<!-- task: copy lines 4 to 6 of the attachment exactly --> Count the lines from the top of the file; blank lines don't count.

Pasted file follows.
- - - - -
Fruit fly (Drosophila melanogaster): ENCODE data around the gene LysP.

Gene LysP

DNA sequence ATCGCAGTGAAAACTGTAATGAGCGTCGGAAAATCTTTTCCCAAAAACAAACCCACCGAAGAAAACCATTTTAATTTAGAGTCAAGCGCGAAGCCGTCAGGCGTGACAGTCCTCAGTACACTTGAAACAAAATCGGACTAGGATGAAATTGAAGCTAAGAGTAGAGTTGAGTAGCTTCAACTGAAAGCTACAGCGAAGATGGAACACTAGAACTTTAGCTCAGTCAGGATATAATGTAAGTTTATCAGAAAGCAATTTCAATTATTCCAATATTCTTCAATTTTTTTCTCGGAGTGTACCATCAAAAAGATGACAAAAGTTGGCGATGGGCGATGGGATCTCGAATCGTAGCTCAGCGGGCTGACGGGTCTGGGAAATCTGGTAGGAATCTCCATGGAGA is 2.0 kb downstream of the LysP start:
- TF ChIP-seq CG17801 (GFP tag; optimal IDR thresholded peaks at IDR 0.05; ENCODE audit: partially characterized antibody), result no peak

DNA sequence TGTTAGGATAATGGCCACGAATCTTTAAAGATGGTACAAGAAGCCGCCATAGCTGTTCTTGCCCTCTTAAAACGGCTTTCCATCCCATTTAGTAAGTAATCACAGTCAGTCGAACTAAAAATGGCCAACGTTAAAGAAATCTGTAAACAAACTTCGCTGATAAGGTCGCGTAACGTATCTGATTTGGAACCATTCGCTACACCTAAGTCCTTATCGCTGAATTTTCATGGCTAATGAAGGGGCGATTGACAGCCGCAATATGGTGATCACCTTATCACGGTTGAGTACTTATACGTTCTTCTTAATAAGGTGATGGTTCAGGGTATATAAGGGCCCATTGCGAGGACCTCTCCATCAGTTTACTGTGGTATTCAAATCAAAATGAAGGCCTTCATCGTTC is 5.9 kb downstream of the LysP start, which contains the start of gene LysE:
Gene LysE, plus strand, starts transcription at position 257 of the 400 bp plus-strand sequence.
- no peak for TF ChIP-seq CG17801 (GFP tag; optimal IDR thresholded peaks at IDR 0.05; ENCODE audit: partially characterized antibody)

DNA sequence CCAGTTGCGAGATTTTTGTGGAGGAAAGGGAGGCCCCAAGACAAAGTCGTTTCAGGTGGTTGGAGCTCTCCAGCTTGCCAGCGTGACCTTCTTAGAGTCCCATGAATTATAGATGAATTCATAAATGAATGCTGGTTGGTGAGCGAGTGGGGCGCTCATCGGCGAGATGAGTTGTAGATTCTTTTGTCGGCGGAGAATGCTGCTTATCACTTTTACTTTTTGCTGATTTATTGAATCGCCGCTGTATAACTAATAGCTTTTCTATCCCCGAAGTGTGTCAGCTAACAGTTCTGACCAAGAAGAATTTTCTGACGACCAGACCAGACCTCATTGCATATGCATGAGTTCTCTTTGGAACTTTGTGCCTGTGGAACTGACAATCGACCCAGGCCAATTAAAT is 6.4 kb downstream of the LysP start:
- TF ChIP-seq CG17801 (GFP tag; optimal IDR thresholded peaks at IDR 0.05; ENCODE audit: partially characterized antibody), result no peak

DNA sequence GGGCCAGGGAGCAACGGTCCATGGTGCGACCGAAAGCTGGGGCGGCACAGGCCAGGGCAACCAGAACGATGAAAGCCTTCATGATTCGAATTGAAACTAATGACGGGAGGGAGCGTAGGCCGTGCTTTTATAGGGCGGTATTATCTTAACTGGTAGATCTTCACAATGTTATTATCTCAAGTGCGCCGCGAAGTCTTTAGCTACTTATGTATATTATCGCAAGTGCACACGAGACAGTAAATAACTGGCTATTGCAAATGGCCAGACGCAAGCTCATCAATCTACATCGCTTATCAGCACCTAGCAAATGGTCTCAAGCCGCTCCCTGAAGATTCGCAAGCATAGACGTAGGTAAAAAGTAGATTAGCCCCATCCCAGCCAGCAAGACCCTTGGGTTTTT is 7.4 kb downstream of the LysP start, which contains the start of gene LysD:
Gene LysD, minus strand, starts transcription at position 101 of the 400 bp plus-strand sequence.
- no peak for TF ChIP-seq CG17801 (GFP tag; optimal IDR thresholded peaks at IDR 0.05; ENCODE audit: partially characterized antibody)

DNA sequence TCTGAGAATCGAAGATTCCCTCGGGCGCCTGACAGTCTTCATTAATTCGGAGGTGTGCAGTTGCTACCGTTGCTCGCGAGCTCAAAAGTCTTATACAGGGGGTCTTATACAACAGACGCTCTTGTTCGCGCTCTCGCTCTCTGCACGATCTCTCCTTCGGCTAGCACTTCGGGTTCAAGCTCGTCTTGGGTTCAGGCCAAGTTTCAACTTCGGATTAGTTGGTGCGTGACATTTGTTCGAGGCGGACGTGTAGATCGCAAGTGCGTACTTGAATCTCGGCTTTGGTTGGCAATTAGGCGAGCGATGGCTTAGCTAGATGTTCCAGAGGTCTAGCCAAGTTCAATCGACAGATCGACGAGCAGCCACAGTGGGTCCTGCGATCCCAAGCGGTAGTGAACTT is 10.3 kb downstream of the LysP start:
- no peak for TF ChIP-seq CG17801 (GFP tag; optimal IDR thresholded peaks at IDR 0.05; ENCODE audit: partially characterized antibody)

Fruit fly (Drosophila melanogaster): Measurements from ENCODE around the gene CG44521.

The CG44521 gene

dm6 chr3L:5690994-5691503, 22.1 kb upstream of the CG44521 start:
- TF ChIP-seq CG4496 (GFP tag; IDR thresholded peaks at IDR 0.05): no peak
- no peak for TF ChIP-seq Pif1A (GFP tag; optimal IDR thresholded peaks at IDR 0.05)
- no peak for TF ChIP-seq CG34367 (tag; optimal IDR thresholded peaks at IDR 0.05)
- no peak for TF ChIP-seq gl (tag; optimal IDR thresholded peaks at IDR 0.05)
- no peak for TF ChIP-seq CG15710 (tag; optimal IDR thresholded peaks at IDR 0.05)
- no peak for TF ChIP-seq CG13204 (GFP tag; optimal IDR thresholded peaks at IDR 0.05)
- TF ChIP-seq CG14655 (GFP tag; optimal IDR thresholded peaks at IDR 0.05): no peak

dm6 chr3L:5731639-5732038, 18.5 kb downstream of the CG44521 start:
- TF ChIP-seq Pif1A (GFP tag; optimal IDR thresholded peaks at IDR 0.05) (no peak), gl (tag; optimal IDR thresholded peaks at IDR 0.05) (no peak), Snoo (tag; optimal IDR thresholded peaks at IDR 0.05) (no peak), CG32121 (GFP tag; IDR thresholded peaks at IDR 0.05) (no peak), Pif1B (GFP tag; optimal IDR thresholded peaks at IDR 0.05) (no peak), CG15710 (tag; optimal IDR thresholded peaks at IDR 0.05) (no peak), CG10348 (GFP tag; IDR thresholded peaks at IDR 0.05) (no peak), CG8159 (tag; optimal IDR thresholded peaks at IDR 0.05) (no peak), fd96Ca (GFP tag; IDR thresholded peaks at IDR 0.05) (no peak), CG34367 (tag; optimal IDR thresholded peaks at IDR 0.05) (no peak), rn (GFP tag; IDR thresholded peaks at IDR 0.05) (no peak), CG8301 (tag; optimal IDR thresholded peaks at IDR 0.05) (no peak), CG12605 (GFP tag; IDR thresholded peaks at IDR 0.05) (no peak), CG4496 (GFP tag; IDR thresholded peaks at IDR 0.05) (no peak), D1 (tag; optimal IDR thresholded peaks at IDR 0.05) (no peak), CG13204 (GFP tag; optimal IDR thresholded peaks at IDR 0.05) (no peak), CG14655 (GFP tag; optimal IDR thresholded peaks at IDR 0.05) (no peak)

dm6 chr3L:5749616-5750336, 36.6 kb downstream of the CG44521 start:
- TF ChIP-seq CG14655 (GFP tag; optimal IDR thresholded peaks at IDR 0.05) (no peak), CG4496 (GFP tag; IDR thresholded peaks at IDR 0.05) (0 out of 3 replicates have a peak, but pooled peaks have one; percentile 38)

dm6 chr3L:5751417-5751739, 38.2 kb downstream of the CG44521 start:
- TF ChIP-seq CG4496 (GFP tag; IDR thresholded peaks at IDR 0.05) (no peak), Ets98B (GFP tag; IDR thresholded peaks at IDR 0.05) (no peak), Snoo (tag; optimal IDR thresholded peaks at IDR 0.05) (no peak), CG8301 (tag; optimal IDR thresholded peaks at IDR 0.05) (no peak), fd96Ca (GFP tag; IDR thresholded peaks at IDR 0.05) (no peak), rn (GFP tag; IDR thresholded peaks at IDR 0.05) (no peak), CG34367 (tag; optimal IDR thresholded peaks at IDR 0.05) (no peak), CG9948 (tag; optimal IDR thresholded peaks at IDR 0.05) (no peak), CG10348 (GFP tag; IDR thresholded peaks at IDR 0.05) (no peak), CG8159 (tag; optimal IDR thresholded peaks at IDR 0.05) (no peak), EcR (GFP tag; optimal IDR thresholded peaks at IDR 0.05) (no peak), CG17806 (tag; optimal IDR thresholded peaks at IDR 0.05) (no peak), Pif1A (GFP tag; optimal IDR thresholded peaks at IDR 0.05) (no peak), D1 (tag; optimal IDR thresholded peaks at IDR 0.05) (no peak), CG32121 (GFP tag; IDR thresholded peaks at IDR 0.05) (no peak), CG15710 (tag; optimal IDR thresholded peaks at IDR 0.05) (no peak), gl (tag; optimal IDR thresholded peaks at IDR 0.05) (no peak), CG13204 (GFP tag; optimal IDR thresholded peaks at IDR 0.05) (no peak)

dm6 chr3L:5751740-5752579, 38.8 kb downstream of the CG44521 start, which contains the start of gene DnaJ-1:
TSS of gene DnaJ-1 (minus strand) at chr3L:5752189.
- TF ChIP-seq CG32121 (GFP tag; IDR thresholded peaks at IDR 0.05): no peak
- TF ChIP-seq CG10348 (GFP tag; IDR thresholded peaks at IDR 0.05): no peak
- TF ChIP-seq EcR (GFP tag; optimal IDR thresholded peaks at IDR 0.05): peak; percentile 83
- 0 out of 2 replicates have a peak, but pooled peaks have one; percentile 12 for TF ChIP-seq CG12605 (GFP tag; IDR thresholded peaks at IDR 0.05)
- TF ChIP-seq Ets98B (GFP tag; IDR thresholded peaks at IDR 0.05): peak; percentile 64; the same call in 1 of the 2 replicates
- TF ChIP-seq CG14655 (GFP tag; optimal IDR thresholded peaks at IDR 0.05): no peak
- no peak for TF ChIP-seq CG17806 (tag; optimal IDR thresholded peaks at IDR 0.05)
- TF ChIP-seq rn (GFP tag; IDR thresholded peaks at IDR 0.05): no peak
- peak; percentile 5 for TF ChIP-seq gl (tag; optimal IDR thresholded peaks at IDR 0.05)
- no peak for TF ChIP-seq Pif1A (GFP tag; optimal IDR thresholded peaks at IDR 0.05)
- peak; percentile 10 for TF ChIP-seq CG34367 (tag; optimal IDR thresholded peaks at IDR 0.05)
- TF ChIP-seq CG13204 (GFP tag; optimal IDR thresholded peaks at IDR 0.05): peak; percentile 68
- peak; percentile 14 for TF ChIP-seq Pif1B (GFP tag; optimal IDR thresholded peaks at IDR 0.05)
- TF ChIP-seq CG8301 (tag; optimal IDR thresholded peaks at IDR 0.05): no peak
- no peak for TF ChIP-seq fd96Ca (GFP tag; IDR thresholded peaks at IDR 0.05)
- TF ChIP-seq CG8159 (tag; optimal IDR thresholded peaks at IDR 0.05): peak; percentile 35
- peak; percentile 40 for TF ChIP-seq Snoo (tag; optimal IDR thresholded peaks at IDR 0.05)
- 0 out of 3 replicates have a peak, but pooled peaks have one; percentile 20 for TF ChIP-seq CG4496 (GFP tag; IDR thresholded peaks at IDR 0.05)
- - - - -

- TF ChIP-seq CG17801 (GFP tag; optimal IDR thresholded peaks at IDR 0.05; ENCODE audit: partially characterized antibody), result no peak

DNA sequence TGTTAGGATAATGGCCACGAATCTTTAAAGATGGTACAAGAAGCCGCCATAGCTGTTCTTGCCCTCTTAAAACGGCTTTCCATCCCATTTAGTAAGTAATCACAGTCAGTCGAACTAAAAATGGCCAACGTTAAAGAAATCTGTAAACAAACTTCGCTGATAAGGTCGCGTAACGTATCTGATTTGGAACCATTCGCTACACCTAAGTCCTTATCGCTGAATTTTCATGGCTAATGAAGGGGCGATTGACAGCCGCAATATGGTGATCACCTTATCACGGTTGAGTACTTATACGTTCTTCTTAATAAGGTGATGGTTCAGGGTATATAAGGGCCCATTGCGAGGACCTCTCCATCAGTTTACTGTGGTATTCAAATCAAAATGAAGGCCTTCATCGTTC is 5.9 kb downstream of the LysP start, which contains the start of gene LysE:
Gene LysE, plus strand, starts transcription at position 257 of the 400 bp plus-strand sequence.